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MAF Method

Discussion in 'Physical Fitness & Weight Training' started by PSD-1, Oct 30, 2015.

  1. PSD-1

    PSD-1 New Member

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    Does anyone have first hand experience using Dr. Maffetone's approach to aerobic training? Specifically, using the 180 HR formula?
     
  2. thx

    thx Member

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    I had to look up the 180 method. I found it in The Maffetone Method, page 61. As I understand it it's a modification of the 220 method. This is something I've followed for 20 years. 220 minus age estimates your maximum heart rate. For distance runners the goal is to stay at 70% of max. I follow the Mercola protocol. After a warmup get your heart rate up to 90% of max for 30 seconds, then rest 90 seconds and repeat for a total of eight sprint/rest cycles. Mercola himself does this on an elliptical. I do it on a treadmill set at 10% grade, 30 second sprints at 8.5mph. Some do it on a stat bike. It should be done no more than twice a week. The reasoning is that working that hard stimulates growth hormone secretion.
     
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  3. BJE

    BJE Active Member

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    I don't understand the 220 minus your age deal. Although I am well aware of it. I don't understand why your heart rate max would drop as you get older. When I was much younger I would do aerobics in the 160 to 170 bpm range and I still do what's the difference now from then?
     
  4. PSD-1

    PSD-1 New Member

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    I believe HR is also adjust further + / - with criteria that are suppose to determine physiological age.
     
  5. thx

    thx Member

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    Using the 220 method my maximum heart rate should be 161. But when doing the Mercola 8's on a treadmill my heart rate goes above 175. I think after 30 years as a distance runner my cardio may be a bit better than the average couch potato.

    thx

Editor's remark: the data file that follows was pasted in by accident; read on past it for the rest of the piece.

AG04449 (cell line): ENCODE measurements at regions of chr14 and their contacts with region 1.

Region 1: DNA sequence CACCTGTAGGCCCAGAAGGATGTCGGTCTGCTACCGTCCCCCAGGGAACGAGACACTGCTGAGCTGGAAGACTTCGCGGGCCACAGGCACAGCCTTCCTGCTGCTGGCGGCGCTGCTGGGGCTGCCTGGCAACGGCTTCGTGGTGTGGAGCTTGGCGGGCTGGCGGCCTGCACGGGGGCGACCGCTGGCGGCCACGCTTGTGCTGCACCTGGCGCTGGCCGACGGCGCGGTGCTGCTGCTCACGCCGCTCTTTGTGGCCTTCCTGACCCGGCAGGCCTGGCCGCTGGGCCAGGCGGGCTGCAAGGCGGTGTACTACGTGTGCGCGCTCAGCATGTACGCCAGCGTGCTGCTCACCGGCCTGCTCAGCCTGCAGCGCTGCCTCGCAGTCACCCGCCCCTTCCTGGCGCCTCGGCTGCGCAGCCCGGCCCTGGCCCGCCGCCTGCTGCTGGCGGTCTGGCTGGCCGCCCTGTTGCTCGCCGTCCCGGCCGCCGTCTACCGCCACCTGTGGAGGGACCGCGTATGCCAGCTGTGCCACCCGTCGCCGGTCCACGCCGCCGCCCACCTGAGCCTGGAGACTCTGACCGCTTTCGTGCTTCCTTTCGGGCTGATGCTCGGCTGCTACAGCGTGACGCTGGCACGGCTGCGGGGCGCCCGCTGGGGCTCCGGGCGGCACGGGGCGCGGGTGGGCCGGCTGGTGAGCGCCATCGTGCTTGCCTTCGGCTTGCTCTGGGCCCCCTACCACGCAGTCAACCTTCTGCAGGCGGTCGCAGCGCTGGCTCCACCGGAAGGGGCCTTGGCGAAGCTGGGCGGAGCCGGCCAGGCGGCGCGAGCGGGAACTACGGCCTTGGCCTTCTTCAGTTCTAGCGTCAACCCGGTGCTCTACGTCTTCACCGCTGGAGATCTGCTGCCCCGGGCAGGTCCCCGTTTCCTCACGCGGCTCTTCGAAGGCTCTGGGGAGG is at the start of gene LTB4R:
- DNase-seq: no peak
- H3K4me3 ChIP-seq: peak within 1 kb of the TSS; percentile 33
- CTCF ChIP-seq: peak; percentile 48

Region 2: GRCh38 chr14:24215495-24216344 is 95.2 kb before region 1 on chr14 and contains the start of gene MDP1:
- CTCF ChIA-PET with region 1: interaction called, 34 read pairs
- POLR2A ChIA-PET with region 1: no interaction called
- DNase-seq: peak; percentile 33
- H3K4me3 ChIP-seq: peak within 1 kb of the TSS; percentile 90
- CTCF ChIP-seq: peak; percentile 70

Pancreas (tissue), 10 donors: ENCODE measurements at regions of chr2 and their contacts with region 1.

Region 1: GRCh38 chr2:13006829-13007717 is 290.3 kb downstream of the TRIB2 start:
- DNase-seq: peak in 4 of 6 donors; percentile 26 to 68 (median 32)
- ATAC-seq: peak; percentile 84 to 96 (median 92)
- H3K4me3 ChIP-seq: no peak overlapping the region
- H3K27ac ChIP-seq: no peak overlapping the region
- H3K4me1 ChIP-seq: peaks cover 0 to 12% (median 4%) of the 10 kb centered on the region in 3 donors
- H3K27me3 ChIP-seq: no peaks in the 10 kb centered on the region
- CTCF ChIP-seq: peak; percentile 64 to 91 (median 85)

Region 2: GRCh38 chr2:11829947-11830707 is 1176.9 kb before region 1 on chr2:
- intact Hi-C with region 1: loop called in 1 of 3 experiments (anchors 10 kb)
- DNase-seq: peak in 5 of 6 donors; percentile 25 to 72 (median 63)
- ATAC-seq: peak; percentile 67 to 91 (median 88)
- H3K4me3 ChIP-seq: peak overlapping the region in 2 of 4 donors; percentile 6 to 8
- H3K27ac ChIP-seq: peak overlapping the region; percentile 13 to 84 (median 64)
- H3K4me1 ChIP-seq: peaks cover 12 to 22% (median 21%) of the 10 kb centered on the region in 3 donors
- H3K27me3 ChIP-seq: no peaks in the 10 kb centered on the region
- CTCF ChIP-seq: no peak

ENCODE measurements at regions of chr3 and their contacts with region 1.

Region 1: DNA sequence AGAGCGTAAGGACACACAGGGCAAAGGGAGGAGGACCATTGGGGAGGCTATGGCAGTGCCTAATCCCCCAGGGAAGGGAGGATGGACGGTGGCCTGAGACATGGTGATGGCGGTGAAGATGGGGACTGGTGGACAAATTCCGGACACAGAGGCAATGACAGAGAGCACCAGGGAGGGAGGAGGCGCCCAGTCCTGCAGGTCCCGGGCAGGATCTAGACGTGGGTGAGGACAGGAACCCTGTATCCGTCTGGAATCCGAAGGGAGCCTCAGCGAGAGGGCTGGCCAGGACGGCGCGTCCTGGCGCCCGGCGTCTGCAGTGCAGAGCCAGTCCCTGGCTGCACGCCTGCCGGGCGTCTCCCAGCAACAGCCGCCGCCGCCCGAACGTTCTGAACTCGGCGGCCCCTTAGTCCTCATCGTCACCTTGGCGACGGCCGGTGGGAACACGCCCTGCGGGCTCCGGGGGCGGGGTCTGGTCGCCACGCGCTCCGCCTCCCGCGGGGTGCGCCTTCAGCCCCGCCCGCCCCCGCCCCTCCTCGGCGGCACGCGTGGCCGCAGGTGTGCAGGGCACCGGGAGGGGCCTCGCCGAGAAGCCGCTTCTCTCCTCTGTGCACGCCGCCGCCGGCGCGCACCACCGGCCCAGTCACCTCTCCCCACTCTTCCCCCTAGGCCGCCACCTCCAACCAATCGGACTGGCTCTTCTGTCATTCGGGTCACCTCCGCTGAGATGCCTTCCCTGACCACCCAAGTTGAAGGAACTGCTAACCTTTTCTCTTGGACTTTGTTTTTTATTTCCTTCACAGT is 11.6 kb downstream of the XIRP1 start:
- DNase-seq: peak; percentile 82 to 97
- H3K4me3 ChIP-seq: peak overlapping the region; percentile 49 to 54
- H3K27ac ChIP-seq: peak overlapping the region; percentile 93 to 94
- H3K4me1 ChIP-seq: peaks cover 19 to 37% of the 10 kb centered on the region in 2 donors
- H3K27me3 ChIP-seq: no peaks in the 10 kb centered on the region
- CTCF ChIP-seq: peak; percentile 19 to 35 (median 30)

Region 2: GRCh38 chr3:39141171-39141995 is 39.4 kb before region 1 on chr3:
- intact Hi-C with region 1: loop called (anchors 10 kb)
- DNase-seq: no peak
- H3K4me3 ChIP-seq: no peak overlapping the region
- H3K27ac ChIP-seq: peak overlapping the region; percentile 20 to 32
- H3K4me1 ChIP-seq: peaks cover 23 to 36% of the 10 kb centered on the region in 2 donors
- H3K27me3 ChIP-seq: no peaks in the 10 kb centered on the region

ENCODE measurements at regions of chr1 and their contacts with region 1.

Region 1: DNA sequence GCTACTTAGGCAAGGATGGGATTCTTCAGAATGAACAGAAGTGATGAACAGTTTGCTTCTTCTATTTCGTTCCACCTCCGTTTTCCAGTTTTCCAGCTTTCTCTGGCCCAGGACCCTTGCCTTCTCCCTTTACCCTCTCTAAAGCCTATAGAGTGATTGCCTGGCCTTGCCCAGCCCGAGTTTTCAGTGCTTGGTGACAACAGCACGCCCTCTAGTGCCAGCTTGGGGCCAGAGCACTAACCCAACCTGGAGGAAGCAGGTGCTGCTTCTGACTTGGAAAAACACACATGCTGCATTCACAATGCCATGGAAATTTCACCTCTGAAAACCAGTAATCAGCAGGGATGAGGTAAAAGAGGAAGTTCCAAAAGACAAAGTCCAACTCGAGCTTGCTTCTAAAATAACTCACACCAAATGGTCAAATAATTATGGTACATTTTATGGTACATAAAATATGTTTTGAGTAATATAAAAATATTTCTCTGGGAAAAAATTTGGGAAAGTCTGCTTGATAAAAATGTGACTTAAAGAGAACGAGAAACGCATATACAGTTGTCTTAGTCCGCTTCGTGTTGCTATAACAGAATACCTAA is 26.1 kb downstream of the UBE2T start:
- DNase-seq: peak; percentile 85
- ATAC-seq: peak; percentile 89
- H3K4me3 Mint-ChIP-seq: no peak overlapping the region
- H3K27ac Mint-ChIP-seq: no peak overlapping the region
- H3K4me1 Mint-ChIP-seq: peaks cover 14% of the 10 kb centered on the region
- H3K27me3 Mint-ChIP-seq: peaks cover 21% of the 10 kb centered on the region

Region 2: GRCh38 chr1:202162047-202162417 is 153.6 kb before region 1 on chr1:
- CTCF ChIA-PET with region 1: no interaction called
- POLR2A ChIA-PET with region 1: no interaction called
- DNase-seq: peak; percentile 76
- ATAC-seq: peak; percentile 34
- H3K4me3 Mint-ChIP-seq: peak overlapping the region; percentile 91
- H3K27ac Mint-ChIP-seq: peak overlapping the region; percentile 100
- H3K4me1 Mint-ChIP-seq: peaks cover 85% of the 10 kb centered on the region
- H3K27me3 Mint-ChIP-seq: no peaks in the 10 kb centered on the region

6. BJE

    BJE Active Member

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    220 minus my age is 169 for a maximum heart rate. Then if you take into consideration that many will say that you should not workout at more than 80% of maximum, or even as low as 60%, that would put my exercising heart rate in the 101-135 range which seems awfully low for a workout. I couldn't get a very intense workout a 101bpm. I can easily get my heart rate up past 169.

    My question then would be, why do they even worry about this max heart rate stuff? Are they afraid old people will work their heart too hard and die of a heart attack, or are they just concerned about being in the optimal "fat burning zone" which I think is sort of stupid anyway. I don't work out to burn fat, I work out to increase my strength and endurance, and to be fit, agile, and athletic, or in the words of Ben Greenfield, I just want to look good naked and live a long time.
     
  7. PSD-1

    PSD-1 New Member

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    I believe the point is to stay at a level using aerobic respiration as opposed to anaerobic. Being easier for the body to expel the waste product of aerobic respiration (CO2) than the waste product of the anaerobic process, which breaks down sugar producing excessive amounts of lactate.
     
  8. BJE

    BJE Active Member

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    But why would the heart rate number need to come down with age? It seems if a person is fit then the heart rate could stay the same regardless of age.
     
  9. PSD-1

    PSD-1 New Member

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    Tailored to fit the masses, not really a personalized formula. VO2 max decreases about 1% a year, we can deduce that lung function and heart rate also decline.
     

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